“I tell everyone on the first day, ‘if you’re here for a job, we’ve got those. If you’re here for a career, we’ve got those, too.”
Steve Johnson, senior account manager for SYKES in Lakeland, Florida, knows what he’s talking about. He started in customer service on the phones in 1991. “At first, I didn’t realize the call center industry was a career. I thought it was just a job.” When someone first approached him about moving up, he demurred. “I’m just the guy who takes a call.” But soon he was training others to “take the call” and he eventually worked his way to senior account manager at SYKES. Now, he takes great pride in introducing others to the career opportunities he has enjoyed.
“One of our greatest attributes is helping our folks start off as agents and then move into a role as supervisor and then from there to account manager. The vast majority of folks that are in support roles now, they all started on the phones. Watching people learn and grow – that’s probably the most gratifying part of what I get a chance to do, day in and day out.”
If helping people grow is the result of Steve’s leadership, teamwork is the method he uses to make it happen. “We live for the team and what can get done for our team because we know if we help each other be successful, everything else is going to take care of itself.”
The focus on team, to the point that it becomes like a family, is one of the qualities that drew Steve to SYKES. “SYKES really feels like a home-grown company.” He points to the company’s founder, John Sykes, and his ideals of creating a company based on a philosophy of people serving people. “You can be very successful if you take great care of your people and you build a strong team. Those are things John Sykes believes in, and are the things I really identified with, and why I felt I was a good fit for SYKES.”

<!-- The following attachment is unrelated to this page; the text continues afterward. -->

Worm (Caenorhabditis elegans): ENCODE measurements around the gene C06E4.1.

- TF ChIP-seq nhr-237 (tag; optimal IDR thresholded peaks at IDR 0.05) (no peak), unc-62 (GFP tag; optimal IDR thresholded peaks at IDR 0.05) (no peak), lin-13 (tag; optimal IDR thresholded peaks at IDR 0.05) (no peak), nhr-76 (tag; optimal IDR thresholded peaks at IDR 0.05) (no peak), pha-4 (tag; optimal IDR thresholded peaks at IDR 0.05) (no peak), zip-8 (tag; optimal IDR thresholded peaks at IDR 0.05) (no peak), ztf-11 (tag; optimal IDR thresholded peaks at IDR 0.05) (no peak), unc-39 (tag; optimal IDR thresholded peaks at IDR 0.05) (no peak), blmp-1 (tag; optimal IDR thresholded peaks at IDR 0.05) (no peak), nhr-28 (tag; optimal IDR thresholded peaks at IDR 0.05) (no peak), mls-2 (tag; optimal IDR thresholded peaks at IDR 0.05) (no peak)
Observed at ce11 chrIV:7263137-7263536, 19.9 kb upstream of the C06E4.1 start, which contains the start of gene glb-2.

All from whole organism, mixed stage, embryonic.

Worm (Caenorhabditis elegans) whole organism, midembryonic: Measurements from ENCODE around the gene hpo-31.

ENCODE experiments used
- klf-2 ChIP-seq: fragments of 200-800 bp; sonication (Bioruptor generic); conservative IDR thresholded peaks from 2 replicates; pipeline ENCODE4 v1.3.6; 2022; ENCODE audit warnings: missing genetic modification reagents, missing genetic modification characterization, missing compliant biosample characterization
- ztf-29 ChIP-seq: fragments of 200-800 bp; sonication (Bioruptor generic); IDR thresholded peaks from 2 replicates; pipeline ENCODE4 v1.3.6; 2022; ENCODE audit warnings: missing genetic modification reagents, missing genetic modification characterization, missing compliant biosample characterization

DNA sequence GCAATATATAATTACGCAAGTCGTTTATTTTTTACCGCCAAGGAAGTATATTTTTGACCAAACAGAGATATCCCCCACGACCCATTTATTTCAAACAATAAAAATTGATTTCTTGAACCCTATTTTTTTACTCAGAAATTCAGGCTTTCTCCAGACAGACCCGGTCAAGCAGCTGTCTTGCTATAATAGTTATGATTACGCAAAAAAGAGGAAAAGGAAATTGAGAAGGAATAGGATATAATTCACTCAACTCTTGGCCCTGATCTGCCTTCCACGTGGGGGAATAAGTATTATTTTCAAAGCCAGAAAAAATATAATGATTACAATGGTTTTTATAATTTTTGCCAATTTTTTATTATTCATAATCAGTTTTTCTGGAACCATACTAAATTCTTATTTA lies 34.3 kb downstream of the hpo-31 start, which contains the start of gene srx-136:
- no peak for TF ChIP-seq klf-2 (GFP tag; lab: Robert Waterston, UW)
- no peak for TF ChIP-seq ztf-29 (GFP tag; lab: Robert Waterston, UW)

Steve knows other companies give lip service to working in a family environment, but for him and his team it is a reality. “Family to us means anything, any time.” A recent example was one of Steve’s account managers, who was sending his son to day care for the first time. An experienced dad with four grown children, Steve warned his account manager it could be tough. “Listen,” he counseled the young dad, “that’s going to be a tearful day, not for your son, but for you.” The account manager laughed it off. But sure enough, the day came, and Steve could tell right away that his account manager was having a rough morning.
So, Steve pulled him into his office and closed the door. “Let’s take a second and call the daycare. Let’s make sure he’s doing good and having a good day.” They called the day care and found out that the boy was doing great. “The account manager lights up in a smile, calls his wife, and now the issue is resolved. We’ve put his concern to rest, and now I know he can focus on everything else that needs to get done for our client.”
Having a soft spot for his people doesn’t mean Steve isn’t focused on leading his team to be their best. “I want to be number one,” he says. “I want to be number one every day and I want it by a landslide.” In early 2016, Steve’s team faced a challenge with ambitious goals from the client. Despite the stress posed by the challenge, Steve kept his team focused on delivering and coming out on top. By summer, they were the number one performing vendor site for the client.
“I drive and deliver for my team every day, knowing that if I can give them what they need, taking care of the client becomes a piece of cake.”
Whatever the challenge, Steve leads his colleagues to draw strength from the team. “For us, yes, we’re all individuals, but we’re all individuals in it for each other. It’s like the [Rudyard Kipling] quote, ‘The strength of the pack is the wolf, and the strength of the wolf is the pack.’ That’s what gives us our family environment. That’s why we have a team here that I wouldn’t trade for anything.”
Leading that team, guiding it and nurturing it, is what motivates Steve. “It’s really hard to lose when you’ve got each other’s best interests at heart.”